BROOKSVILLE — William James Siskos tried to convince a jury that he pulled the trigger to save his own life when he shot and killed his girlfriend's husband on a summer night two years ago.
A six-member jury on Thursday found Siskos guilty of second-degree murder, deciding that the 42-year-old former corrections officer was not acting in self-defense when he shot Joey Kasbach in the late-night hours of July 9, 2010.
Siskos faces 25 years to life in prison. His sentencing is set for Aug. 2.
He showed little emotion during the three-day trial and remained stone-faced when the clerk read the verdict.
Prosecutors painted Siskos as a jealous boyfriend angered by his girlfriend Kim Kasbach's decision that night to hang out with friends and the husband she'd separated from months earlier. Though the two men had never met, prosecutors said, they were keenly aware of one another. Kim Kasbach was living with Siskos, but still friendly with her husband. The tension of the love triangle, assistant state attorney Sonny McCathran told jurors, culminated in the shooting.
On Wednesday, Siskos gave his account of what happened that night.
He said he was looking for his girlfriend at a neighbor's house on Ligonier Road in Spring Hill. Kim was there, and told a friend to tell Siskos she'd be home later. Siskos left, then returned a short time later and saw a friend, Bill Mullins, talking to a man sitting in a Lincoln Continental.
According to Siskos, the man saw him and got out of the car, reached for something under the front seat and charged, hitting him twice with his right hand. Then, Siskos said, the man started to raise what looked like a gun in his left hand. Siskos said he was dazed and feared for his life when he fired his .22-caliber Ruger, hitting Kasbach in the abdomen.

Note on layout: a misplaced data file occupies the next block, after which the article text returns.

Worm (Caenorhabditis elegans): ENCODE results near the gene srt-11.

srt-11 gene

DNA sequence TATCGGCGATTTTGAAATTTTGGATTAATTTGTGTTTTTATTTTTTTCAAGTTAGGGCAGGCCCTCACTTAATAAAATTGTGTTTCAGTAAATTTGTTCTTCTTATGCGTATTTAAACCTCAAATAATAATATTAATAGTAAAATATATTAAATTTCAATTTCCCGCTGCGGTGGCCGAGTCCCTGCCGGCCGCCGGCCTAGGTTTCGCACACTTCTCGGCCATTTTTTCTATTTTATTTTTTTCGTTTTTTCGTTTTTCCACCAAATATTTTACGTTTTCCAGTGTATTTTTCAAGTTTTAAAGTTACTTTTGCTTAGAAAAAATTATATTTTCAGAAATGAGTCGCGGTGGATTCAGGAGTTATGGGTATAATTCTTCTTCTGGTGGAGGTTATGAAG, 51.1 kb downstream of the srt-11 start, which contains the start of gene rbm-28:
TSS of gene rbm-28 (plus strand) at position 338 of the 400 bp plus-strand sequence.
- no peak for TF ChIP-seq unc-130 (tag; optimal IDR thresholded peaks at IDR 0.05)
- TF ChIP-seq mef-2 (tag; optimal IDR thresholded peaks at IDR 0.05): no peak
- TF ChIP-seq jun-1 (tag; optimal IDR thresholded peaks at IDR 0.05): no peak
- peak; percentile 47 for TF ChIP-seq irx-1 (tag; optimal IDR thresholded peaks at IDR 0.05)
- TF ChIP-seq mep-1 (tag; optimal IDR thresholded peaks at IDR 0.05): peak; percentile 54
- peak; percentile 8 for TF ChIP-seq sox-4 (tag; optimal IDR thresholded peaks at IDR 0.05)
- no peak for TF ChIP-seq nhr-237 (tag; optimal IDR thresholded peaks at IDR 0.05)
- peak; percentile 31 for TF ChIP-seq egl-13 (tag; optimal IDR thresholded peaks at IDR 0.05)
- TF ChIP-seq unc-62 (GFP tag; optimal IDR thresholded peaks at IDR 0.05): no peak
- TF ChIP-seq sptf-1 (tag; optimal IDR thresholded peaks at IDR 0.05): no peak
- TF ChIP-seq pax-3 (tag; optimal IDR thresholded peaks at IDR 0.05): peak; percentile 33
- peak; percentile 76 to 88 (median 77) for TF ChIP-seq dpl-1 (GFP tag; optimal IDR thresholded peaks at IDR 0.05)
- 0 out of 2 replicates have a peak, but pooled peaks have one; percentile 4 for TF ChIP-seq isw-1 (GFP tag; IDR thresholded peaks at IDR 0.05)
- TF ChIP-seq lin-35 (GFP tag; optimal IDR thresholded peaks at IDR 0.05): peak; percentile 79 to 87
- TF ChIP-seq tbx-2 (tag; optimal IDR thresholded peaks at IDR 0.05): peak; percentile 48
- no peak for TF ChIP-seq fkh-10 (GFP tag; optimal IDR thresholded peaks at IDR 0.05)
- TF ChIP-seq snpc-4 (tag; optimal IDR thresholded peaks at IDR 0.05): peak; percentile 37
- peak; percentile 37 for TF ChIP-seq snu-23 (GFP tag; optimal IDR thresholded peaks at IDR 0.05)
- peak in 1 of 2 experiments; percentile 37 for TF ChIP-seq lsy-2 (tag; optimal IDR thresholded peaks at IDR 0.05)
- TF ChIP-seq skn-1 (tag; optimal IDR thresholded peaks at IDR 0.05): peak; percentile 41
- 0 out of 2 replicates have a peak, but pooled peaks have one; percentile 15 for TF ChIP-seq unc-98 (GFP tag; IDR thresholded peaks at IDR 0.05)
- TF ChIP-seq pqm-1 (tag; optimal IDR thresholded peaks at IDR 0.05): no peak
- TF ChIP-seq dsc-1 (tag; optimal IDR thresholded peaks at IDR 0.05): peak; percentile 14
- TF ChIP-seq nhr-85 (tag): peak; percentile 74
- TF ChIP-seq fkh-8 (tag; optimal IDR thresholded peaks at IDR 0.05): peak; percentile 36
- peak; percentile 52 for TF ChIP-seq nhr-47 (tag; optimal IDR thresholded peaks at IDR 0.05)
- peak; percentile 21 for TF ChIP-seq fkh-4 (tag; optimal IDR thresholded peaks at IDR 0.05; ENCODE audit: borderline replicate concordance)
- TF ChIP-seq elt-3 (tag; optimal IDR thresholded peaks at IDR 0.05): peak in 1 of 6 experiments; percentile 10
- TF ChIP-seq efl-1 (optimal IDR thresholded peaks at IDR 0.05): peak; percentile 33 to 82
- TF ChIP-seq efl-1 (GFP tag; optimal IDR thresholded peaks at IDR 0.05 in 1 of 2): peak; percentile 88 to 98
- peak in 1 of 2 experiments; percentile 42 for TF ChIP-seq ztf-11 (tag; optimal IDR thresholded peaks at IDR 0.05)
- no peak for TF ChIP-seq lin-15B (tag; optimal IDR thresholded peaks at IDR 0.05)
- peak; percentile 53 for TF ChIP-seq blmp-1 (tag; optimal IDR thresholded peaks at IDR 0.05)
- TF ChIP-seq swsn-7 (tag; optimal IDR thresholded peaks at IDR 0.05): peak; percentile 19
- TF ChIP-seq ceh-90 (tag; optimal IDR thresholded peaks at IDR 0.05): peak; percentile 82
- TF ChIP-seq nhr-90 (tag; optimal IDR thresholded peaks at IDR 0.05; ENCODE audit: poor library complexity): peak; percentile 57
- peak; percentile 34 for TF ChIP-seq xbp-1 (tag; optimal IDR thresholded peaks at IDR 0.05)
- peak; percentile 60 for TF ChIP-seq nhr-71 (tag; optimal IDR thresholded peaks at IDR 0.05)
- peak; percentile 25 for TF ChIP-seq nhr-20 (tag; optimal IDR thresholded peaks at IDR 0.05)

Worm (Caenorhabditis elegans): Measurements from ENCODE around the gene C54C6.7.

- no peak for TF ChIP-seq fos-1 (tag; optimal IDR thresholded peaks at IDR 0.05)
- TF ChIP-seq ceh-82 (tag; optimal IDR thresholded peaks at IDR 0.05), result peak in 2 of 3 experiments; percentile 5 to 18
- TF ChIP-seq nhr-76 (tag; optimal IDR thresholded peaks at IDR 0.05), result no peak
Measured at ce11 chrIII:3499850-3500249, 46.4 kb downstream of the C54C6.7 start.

Siskos said he didn't realize the man was Joey Kasbach until Mullins, the sole eyewitness to the shooting, said, "You shot Joe."
Jurors evidently believed the testimony of Mullins, who told a very different story.
Mullins, a friend of both men, lived at the house on Ligonier. He testified that Siskos walked up to them, and Kasbach got out of the car. The two men exchanged words.
"You're f------ my wife, you're f------ my wife," Kasbach shouted.
When Kasbach stretched his arms out to the side and took a small step forward, Mullins testified, Siskos took the gun from his waistband and fired.
Kasbach never swung at Siskos, and didn't have a weapon, Mullins said.
Photographs taken of Siskos' face that night showed no obvious marks or bruises. Investigators at the scene didn't find a weapon other than his pistol.
Siskos' public defenders tried to convince jurors that he was telling the truth. The father of two teenagers was a victim, they argued, a vulnerable man who suffered from post-traumatic stress disorder stemming from an injury he sustained while working in a state prison.
Lead public defender Barbara-Jo Bell said that Mullins and others who testified against Siskos had motives to lie because they wanted the Kasbachs to get back together. Bell also tried to show that one or more of the people at the house that night could have removed a weapon from the scene.
After nearly two hours of deliberations Wednesday evening, jurors asked to review Mullins' testimony and returned Thursday morning to listen to the recording. After another 90 minutes or so of deliberation, they reached a verdict.
As the verdict was read, two sisters of Siskos sat in the courtroom, one behind Siskos, another behind prosecutors.
When the word "guilty" rang out, Linda Siskos began to weep. She had testified that her brother tried to avoid a confrontation with Kasbach, who would often pick up Kim at William Siskos' house to take her to work.
Linda Siskos is convinced that Mullins lied because of his own role that night, egging on a fight.
"He's here because of his guilt," she said through tears. "He instigated the whole thing. It's just not fair."
The verdict made Karen Braden smile. Braden drove from Georgia to see her brother's killer stand trial.
Joey Kasbach, a former ironworker who had served prison time for a bank robbery in the early 1990s, had his life back on track, Braden said. He loved Kim and wanted her back, but he would not have jeopardized his freedom by starting a fight or brandishing a weapon.
After Kasbach's death, his family sprinkled some of his ashes in a creek in rural New Jersey, at his late mother's wishes. The rest are an in urn on Braden's mantle.
Braden said she could feel her mother and brother in the courtroom this week.
"We know they were there watching us," she said.
Tony Marrero can be reached at (352) 848-1431 or firstname.lastname@example.org.